Well, a few of the 3rd period elements do react with water. Sodium definitely does. Magnesium reacts with gaseous water, and chlorine reacts mildly with water to form HCl and HOCl. I don't know of any reactions between sulfur or phosphorus and water. (In fact, white phosphorus is actually stored in water). Whether or not they form acids also depends on where they are on the periodic table. The elements to the left of the table will generally form bases with water, and those on the right will generally form acids. (Sodium reacts with water to produce NaOH which is a base, and Mg reacts with steam to form Mg(OH)2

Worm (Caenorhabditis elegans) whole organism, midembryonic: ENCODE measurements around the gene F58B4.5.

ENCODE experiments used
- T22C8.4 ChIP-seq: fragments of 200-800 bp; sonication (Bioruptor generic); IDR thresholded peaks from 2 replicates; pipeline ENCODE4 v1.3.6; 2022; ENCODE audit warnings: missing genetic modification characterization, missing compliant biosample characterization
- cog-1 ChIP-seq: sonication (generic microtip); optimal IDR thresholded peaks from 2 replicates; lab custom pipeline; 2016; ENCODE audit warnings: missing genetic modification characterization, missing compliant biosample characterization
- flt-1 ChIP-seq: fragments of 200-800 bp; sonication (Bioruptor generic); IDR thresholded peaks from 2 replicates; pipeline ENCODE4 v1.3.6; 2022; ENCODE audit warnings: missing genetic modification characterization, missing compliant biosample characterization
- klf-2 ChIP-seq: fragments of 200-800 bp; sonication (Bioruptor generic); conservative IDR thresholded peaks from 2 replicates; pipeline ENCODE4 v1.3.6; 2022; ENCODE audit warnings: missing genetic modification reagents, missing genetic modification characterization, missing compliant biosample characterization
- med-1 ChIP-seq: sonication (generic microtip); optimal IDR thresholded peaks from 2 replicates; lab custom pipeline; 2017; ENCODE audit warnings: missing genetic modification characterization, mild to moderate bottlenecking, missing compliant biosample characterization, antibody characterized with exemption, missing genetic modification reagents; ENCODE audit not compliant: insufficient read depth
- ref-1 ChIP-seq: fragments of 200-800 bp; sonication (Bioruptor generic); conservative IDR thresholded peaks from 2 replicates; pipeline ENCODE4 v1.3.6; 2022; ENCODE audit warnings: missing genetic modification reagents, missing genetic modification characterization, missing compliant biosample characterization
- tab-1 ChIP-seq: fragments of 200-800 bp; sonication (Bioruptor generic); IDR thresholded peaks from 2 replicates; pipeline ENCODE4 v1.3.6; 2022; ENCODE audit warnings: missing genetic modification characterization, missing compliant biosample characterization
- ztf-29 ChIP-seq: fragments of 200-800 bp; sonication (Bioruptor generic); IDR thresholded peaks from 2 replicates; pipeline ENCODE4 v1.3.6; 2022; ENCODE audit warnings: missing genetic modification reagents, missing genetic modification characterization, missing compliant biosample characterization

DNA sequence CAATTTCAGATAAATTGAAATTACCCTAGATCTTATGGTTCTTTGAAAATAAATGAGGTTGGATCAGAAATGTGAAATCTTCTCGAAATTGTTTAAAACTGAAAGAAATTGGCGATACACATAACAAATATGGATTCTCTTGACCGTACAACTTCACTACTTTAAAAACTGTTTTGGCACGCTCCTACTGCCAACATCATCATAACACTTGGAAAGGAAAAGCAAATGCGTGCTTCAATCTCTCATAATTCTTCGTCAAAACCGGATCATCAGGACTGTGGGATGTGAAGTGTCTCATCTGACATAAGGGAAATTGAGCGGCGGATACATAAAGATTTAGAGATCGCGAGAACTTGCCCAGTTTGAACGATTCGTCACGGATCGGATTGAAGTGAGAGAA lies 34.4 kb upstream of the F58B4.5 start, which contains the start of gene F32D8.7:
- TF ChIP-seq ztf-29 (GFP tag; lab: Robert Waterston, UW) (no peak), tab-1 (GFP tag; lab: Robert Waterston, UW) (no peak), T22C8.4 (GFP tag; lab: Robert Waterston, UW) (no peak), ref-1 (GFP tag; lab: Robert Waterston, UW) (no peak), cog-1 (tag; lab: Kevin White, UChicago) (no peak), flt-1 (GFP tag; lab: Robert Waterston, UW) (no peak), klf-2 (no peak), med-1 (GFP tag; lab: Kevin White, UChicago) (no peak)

which is a base. As I had mentioned earlier, chlorine produces an acid when reacting with water). Aluminum forms a protective layer of aluminum oxide on its surface which prevents its reaction with water, but I do know that aluminum hydroxide is somewhat amphoteric. (That is, it sometimes acts as a base and sometimes acts as an acid). The oxides of the elements are generally what determines whether or not its a base or acid in water. Sodium, Magnesium, and very slightly Aluminum oxides will form bases, while Sulfur, chlorine, and phosphorus oxides form acids. I really have no clue about silicon. I'm fairly certain that all silicon oxides are completely non-reactive with water. If they were, sand would not exist! (Silicon oxides are generally pretty inert).
As for the structure, I'll have to get back to you later on that one.